Well, there's your problem:
I adjusted the voltage booster to output 34v exactly (measured with my
Look - on the one hand, LEDs (even the same model from the same manufacturer) do not all have the same voltage vs current curve. Assuming that 34 volts is an exact value will cause you nothing but heartache. On the other hand, attempting to drive a bare LED (without some sort of current limiter) from a voltage source is really great way to kill an LED.
The problem is that LEDs have what's called a negative temperature coefficient. That is, for the same current, as the LED gets hotter its voltage drops. Put another way, for a fixed voltage the current will increase as the LED gets hotter. So let's say you have an LED connected to a voltage source. At first, it will draw some current value, and dissipate power appropriately. In the process, this will cause the LED to heat up. This will cause it to draw more current, and therefor dissipate more power and get even hotter. Depending on your cooling system, it's entirely possible that this will form a vicious circle which eventually burns out the LED.
So don't do it.
Instead, either use a current source or put a current-limiting resistor in series with the LED. Figure on dropping something like 10 to 20% of the LED voltage in the resistor, if that's the way you go.
Now, as to your specific current. You have measured the converter output voltage - but did you do so with the LED connected? Having measured the LED voltage, why didn't you measure the current as well? If you do, you'll be able to calculate the LED power directly, rather than trying to back it out of the converter input numbers. And you should be aware that any voltage converter will have an efficiency less than one. That is, if the input power is 100 watts, the output power will be less. It depends on circuit and load, but 85 to 90% efficiency is a pretty standard number. Problem is, you don't actually know what yours is.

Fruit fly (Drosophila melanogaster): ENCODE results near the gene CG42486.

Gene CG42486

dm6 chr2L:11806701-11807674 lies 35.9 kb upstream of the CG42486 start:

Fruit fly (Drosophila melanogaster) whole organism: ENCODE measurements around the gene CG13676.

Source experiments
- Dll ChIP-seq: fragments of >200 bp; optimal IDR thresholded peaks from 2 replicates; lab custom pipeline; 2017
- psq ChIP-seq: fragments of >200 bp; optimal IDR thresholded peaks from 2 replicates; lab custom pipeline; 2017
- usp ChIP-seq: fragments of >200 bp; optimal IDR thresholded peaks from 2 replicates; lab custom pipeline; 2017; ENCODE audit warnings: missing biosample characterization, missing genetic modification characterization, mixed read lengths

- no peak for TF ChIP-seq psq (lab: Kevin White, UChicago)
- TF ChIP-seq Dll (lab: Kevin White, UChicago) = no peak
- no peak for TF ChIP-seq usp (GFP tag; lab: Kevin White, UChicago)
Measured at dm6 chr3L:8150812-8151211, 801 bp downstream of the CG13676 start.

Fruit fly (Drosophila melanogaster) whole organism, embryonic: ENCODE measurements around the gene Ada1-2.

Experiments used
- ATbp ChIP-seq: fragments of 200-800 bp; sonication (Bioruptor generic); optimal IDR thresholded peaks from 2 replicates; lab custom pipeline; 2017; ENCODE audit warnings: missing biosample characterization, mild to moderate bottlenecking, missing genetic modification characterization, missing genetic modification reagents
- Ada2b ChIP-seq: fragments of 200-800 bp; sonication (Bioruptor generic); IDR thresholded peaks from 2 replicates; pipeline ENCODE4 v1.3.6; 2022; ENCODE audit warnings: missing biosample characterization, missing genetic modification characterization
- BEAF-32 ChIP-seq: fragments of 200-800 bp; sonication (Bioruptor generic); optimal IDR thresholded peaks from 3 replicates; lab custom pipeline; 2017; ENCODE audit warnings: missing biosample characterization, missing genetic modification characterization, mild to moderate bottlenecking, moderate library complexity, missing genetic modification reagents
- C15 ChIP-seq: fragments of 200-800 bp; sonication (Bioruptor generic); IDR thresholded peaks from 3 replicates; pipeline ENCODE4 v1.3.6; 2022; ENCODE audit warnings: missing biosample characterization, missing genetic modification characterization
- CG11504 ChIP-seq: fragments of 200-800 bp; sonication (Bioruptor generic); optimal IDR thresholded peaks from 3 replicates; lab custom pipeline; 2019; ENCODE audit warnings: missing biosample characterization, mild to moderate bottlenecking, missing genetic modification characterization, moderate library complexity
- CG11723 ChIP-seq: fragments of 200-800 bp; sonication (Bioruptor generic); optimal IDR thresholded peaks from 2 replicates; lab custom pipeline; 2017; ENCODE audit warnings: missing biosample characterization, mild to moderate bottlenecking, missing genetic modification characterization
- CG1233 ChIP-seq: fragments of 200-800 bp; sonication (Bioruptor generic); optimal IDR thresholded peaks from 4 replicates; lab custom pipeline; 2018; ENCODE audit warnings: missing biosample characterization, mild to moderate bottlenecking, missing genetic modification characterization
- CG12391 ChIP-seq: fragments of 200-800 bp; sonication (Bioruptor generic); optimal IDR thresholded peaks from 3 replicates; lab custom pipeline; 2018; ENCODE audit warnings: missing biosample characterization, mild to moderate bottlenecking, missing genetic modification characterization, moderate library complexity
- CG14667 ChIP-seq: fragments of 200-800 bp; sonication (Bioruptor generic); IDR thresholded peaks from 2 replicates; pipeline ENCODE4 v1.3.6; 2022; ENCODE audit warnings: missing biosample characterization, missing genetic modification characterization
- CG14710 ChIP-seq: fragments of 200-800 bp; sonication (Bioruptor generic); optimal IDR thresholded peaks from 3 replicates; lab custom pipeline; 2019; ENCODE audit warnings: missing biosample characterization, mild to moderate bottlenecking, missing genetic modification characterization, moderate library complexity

So. First, change your LED circuit. You want to set the converter output to several volts greater than the nominal LED forward voltage, then add a resistor to limit the current to a reasonable value. Second, measure both LED voltage and current, rather than messing around with the converter inputs.
In your particular case, you got lucky. Your LED actually needs more than 34 volts in order to pull 3 amps, so you wound up not killing your LED.